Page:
The first scope that I had was a Skywatcher Newtonian 30P f6.9 Reflector.  This had a RA motor so that once I had found an object it would track it quite well.  However, I didn't use it much for AstroPhotography before I moved on to the Celestron NexStar 6SE.  This is a fully computerised GOTO scope and the extra 20mm aperture enabled me to see far more.  And, although it was only a ALT-AZ, it worked quite well  for imaging the Moon and planets with a basic Philips SPC900NC webcam and produced reasonable deep sky images with the Orion Starshoot Colour G3 Deep Space CCD camera once I had attached a wedge to convert it to an Equitorial mount.


My new scope is a Celestron SCT 9.25 AVX, a big step up both in terms of aperture and stability.


Both of these mounts have a focal ratio of 10, which is good for planetary viewing and imaging, but not so good for Deep Sky observing.  However, the addition of a .63 focal reducer improves that situation though this doesn't make either scope a fast one.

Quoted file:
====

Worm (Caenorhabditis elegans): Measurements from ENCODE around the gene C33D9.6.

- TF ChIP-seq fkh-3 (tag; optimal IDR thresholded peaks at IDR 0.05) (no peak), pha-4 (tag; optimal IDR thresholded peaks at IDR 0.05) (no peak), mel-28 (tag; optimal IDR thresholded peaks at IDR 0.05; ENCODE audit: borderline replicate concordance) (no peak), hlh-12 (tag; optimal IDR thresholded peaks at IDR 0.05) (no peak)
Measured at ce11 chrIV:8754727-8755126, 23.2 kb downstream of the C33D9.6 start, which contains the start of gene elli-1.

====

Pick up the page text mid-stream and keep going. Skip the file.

The Philips SPC900NC is a basic webcam which has been modified for AstroPhotography and is only capable of 10 fps.  It only cost me £42 and was one of the last batch that was made.  They can only now be bought second-hand and most of the 'replacement' webcams made by Celestron and others are much more expensive.  


Webcams are ideal for Lunar and Planetary imaging and manufacturers now offer increasingly sophisticated and high frame rate models.  I now have a ZWO ASI120MC-S  which is capable of frame rates of up to 118 fps on objects like the Moon.  It also has an auto-guider port so can be used for guiding with the CCD camera.


For Deep Sky imaging my CCD camera is the Orion Starshoot G3 Colour Deep Space.  Again cheap in terms of these cameras, though we are talking £350, and with only a small chip, but it has the advantage of Peltier cooling. Although it will only cool the chip down by at most 10C below ambient temperature it does mean that I can control the chip temperature and match both the light and dark frames and eliminate noise from the images.


AstroPhotography is the most difficult form of photography that you can practise and there is a very big learning curve involved, as I have discovered.  And one of the biggest problems is the weather such that there can be long intervals between one session and another and you forget what you learnt last time!


Then there is the processing. This involves learning how to use the various software package, and keeping up-to-date with them. The end results will vary depending on how much effort is put in, both in terms of capturing the images in the first place, and the subsequent processing.  No matter how much I learn I still regard myself as very much a beginner!